For comparison, I note that the total population of Hong Kong is 7million, and San Francisco is 800,000. That is a *lot* of vaccinations – significantly more then all the war/earthquake/flood/disaster injuries they reported. Also in the list of medical procedures carried out in 2009 was “110,236 baby birth deliveries” – even in the midst of everything else, life goes on.

Mis-communication in a rally car

This in-car camera footage was taken during the rally in Tasmania a few days ago, and catches some mis-communication between the driver and the navigator. The car was doing 118mph (190km/hr) at the final corner.

How people behave, and treat others, when things go wrong is quite telling. In this case, you can hear the first “sorry” while the car is still airborne. Also, they keep working together, and checking on each other, all the way to the end. Nice to see.

Best quote: “You cleared (flew over) the first fence, second fence you went through sideways, and the third fence you went through sideways.”

PS: In case you wonder just how hard can it be to give pre-written directions in a car, here’s a snippet from last years Circuit of Ireland Rally where the driver/navigator team worked really really well together. Note:

  • the navigator reads out directions in a non-intuitive way. The driver is already
    committed to the approaching corner, and has already been told what to expect around the corner. The navigator is telling the driver what to expect after the next corner.

  • the large LED display near the steering wheel shows 1…6 depending on what gear the driver is in. Green is normal, but red means the driver is running engine dangerously fast and should change gear. All other information is distracting, so is removed! This makes it hard to tell speed but you can get an idea how fast they are going by noticing the number of times the driver redlines the car in 6th gear.

The Dawn of Aurora

Very early this morning, legneato merged over the code from mozilla-central to mozilla-aurora. This means FF5.0 is now on Aurora.

Anything that lands on mozilla-central after this point is destined for FF6.0.

We’re still working through lots of mechanical details (name changes on mozilla-central, l10n for aurora, channel changer impact, last minute updater bustage, figuring out tags, …), so please be patient. After all this is our first time doing this! However, with any luck, later today or maybe tomorrow, we should have stable FF5.0 builds on Aurora. (click here for details on the name “Aurora”)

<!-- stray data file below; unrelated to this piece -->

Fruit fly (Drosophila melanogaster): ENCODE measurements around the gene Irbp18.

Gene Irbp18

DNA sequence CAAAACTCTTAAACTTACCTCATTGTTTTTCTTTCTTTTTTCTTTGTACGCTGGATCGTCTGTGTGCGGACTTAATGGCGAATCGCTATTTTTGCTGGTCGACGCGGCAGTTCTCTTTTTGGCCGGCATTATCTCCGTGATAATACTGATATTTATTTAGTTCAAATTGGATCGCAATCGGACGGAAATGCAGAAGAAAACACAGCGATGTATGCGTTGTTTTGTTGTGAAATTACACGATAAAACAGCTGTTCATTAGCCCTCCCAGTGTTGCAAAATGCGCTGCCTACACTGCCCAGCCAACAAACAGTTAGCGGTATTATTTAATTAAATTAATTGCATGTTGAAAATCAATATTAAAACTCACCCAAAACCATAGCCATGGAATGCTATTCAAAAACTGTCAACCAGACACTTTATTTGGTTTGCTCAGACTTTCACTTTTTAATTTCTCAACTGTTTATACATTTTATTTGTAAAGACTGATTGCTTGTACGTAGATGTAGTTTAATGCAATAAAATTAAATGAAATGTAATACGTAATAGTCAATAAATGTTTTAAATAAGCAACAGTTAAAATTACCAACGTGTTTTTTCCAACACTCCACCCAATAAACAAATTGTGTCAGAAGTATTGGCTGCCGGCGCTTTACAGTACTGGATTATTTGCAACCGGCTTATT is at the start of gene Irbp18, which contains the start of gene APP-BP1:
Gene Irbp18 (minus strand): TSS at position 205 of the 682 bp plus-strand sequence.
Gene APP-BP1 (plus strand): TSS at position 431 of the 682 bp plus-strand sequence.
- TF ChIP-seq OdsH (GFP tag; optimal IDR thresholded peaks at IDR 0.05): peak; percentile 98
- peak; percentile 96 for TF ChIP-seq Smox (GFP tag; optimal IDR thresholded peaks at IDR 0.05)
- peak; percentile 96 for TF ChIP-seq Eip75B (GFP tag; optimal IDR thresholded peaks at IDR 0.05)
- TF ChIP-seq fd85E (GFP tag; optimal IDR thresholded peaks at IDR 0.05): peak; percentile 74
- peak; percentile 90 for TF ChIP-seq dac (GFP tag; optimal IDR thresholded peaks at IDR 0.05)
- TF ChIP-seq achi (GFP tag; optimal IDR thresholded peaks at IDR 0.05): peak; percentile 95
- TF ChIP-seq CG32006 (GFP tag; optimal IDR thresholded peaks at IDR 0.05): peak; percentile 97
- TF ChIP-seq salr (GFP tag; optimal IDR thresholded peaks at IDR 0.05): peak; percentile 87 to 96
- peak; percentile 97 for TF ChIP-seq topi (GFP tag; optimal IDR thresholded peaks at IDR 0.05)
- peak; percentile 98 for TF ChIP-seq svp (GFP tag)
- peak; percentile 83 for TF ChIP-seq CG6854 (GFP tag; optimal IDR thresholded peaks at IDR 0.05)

Oh, and by the way, all this happened *without* closing the tree! 🙂

How to merge from mozilla-central to aurora

There have been several questions about the exact merge mechanics going from
mozilla-central –> aurora. While the specific problem is how to handle landing changes from mozilla-central into aurora, along with any possible changes already on aurora, I note that this can happen going from m-c –> aurora or from aurora –> beta or from beta –> releases. The general problem here is how to merge from an upstream repo that has changes into a downstream repo that has other possibly conflicting changes.

Many thanks to bz, catlee and ehsan for the great discussion over lunch last week. Let me know what you think, or if you see anything missing.

  1. Never delete the aurora repo, we need the history.
  2. Pull from m-c to a new head on aurora. Note exact changesets used, as this will be needed for next drop.
  3. Query hg.m.o for list of changes since known changeset / tag of the previous drop.
  4. Human needs to review list of changes since the last drop from m-c, and figure out which changes to bring forward, and which changes to throw away.
  5. Use “hg transplant” to take the changes we want to bring forward and bring over to the new head.
  6. Human needs to resolve any merge conflicts. Note: some specific files need careful human review of any changes, even if there are no merge conflicts. all.js, firefox.js,, mozconfig
  7. Safety check:
    • Diff new-head-on-aurora vs m-c == list of all previous aurora backouts (smaller list?)
    • Diff new-head-on-aurora vs old-head-on-aurora == list of new code changes in m-c (bigger list?)
  8. Mark the original head as closed, to prevent accidental landings on the wrong head.
  9. Human needs to “hg push” back to aurora
  10. All done.

Note: more details, alternate proposals, and some discussions can be found here in dev.planning newsgroup.